This month I had the pleasure of meeting Alla Stratan and her niece Diana Machytidze, two women who have come over to this country from war-torn Ukraine. 

They arrived in the middle of the night after leaving Odessa, travelling across Europe on six trains and finally arriving in Barham four days later. Unfortunately, they found out that you can’t be a refugee in Brussels after 5pm on a Sunday evening, finding themselves stranded as the replacement bus service delayed their onward journey and the Belgian refugee service does not operate after 5pm on a Sunday (this sounds the same as the UK).

It was a traumatic journey for them both, and yet on their arrival they were full of grit and determination to find employment and pay their own way.

They met the wonderful host family they had contacted via Facebook before leaving Odessa and who helped them apply for visas. Katrina and Roland Brown and their daughters welcomed them with open arms and have made them feel so at home. 

Katrina and Roland helped them to safety, though the promised money from the Government has not yet materialised. They then took them to visit a fruit farm in Bridge, near Canterbury, on Wednesday morning and by Friday they had had an induction day including health and safety policies; they started work on Monday. 

I can only admire Alla and Diana and the determination they show. Google Translate has played a large part in writing this article as my Russian is non-existent. 

On day one they heard that the ‘top pickers’ could earn up to £330 per day, so they were determined to be part of the ‘top pickers’ group’, which they soon joined. The aim is to send some money back home to Alla’s son Artur in Eastern Ukraine, where the rouble is now in full circulation. 

Artur is attempting to start his own business in challenging times. He must now abide by Russian law. The Luhansk region has been captured by the Russians and is claiming to be an independent territory, but it is still not official and none of the Western countries are recognising this. 

At present Alla and Diana have employment picking strawberries and then apples, followed, they hope, by working in town during the run up to Christmas and the January sales. Diana has completed a degree in international business management in Odessa and hopes to use this in the future.

The continuous worry over those they have left behind is unbelievable. Diana’s parents are located in the Mykoliev region in the city of Yuzhnoukrainsk. Nearby is a nuclear power plant (larger than Chernobyl) where sirens sound every hour as the area of Mykoliev has been regained by Ukraine but is continually bombarded from the sea. Living near the power station commands a sense of security as it would appear that the Russians are reluctant to bomb it.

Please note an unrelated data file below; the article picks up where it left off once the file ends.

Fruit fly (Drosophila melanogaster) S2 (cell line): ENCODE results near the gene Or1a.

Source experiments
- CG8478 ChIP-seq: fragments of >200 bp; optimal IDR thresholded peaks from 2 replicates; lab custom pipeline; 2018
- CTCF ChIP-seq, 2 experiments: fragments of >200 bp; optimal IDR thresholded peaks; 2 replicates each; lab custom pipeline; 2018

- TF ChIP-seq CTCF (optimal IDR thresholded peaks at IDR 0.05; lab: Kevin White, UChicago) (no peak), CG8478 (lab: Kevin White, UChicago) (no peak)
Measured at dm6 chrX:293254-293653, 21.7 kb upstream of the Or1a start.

It was one of the most exhilarating hours of my life. Listening to their life stories and how they have escaped is horrifying and heart wrenching. I can almost taste the rancid taste of continuous bombing thanks to their description of the situation. We sometimes complain bitterly about everyday life, but listening to these people makes me realise how fortunate we really are. Living in large open spaces is a blessing in disguise.

Meanwhile, here in the UK the costs are spiralling and the price of diesel is rising on a daily basis. Where will it end?

The weather has so far been generous to us while we have been silage making. Fingers crossed that it continues into harvest. The crops are looking well at the moment, although I believe that the straw could be fairly short this year. By the time you read this the combine harvester will be serviced and ready to go and so will the boys! Let us hope the price of wheat stays firm.

I must say a huge congratulations to Fergus on completing his degree with flying colours; it has been a rollercoaster three years and the end seemed to be forever in coming. For all those who are graduating after such unprecedented world conditions: the future is bright and the world is your oyster. 

Monty has completed all his GCSE exams and now we face the nail-biting wait for the results. Fingers crossed he’ll achieve all that he deserves and move straight onto his A Levels.